In early April 2019 or 33 years after the Chernobyl nuclear power plant tragedy, Belarus opened the Exclusion Zone for tourists. The journey to the Zone begins in Khoiniki - a city where university graduates are afraid to end up after the mandatory workplace assignment. The administration of the Palessye State Radiation-Ecological Reserve (PSRER), operates from here.
The area of the reserve zone is more than 216 thousand hectares. Another 260 thousand hectares of the "Chernobyl" land is on the Ukrainian side of the border.
Euroradio journalist Raman Pratasevich has twice visited the Zone with scrappers aka stalkers. This time around, he went on an 'official' tour in order to compare his impressions. Here is what he has come back with.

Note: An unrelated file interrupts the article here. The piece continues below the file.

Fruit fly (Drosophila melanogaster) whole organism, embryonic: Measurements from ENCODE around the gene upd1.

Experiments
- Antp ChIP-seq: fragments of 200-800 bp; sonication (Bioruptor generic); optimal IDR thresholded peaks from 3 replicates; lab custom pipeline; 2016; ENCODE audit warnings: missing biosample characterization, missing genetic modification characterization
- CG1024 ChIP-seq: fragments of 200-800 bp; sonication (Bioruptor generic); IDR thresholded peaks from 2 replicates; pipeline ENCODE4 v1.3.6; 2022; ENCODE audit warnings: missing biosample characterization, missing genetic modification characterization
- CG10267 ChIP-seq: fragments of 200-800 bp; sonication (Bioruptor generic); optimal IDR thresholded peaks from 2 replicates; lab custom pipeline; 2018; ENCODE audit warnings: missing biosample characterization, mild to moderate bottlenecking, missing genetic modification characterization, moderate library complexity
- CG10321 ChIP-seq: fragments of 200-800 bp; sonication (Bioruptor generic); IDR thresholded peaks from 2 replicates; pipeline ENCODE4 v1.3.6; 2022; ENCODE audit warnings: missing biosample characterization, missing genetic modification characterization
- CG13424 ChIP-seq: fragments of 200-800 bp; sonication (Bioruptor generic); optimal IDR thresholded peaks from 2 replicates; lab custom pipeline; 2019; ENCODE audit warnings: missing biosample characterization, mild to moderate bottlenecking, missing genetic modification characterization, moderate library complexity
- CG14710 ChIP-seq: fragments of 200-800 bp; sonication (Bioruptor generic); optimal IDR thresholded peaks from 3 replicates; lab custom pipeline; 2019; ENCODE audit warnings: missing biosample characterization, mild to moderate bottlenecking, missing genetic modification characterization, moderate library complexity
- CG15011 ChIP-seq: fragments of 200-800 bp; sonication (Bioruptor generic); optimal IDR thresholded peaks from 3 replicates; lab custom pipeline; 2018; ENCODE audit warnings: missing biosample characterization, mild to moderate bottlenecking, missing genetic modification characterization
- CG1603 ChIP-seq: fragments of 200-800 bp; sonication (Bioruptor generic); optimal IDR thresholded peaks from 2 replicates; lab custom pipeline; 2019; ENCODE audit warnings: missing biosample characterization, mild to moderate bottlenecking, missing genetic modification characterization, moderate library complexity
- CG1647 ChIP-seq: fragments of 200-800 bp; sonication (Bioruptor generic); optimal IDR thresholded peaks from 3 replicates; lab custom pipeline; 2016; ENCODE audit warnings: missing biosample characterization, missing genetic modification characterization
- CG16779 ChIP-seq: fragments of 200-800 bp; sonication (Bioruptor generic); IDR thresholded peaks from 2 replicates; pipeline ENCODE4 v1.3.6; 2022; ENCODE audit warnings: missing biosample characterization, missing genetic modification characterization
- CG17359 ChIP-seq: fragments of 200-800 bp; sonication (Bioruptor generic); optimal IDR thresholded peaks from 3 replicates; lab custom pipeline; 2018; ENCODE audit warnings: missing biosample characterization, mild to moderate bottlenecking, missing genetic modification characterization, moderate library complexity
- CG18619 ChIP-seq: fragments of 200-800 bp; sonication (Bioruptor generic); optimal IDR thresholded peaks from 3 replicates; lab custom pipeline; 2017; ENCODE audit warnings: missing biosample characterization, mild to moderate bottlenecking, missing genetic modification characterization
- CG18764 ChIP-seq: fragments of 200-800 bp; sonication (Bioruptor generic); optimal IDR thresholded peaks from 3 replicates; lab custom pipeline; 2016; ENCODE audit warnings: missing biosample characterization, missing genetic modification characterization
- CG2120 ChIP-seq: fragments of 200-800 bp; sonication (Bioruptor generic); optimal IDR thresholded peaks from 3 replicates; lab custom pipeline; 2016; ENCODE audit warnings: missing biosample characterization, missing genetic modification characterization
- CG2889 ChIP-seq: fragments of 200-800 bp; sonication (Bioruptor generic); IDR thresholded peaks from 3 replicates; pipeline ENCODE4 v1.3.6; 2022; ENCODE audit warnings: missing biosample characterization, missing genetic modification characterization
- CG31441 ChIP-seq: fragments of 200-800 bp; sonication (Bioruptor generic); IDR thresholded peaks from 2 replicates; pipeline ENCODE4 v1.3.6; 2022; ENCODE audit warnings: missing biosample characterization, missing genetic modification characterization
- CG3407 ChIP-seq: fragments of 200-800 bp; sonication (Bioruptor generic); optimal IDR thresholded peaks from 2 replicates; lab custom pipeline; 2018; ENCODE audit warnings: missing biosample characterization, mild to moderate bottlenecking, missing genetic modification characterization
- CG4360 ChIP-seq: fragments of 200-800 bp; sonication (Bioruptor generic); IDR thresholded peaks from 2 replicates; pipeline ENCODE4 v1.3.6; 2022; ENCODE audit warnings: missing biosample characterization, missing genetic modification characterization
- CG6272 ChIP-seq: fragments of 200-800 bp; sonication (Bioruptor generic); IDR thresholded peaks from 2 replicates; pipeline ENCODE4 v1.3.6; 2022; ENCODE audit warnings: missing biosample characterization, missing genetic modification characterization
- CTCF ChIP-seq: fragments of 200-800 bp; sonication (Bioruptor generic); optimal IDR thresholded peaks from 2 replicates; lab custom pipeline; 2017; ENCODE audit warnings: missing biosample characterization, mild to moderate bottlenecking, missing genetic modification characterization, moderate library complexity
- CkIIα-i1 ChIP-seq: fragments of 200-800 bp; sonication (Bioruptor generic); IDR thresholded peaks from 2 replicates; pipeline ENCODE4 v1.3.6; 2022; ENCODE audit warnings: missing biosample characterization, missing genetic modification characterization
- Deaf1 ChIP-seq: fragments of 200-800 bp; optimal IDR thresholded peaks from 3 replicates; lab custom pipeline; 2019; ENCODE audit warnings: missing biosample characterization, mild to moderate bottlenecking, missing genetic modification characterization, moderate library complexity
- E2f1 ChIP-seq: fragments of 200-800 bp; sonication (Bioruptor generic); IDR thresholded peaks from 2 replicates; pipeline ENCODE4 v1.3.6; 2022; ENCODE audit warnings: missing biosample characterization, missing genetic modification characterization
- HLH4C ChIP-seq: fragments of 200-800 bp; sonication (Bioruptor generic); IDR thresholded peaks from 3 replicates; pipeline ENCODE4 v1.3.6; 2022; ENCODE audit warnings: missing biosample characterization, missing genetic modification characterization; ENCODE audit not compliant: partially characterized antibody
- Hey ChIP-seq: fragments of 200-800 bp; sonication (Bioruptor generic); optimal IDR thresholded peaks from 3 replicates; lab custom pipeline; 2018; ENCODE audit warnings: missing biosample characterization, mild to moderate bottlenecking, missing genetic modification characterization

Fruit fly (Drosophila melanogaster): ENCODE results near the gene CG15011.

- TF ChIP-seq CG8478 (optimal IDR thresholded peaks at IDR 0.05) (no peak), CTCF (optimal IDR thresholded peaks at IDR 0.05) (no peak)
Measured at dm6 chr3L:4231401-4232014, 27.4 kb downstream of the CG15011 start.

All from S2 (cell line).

These trips are not tourism
For a permit to visit the Exclusion Zone, you need to contact the Ministry of Emergency Situations. If you want to get into the Zone privately, a request with a justification of the reasons needs to be sent to the administration of the resettlement and exclusion zones of the Ministry of Emergency Situations. For organized tours everything is easier -- there is no need to substantiate anything, the documents will be prepared for you.
The tour starts in Khoiniki. It is here, on the outskirts of the city, that the administration of the Palessye State Radiation and Ecological Reserve is located. Here, experts check all necessary permits and, if all is well, give the final permission to visit the reserve, where the Exclusion Zone is located.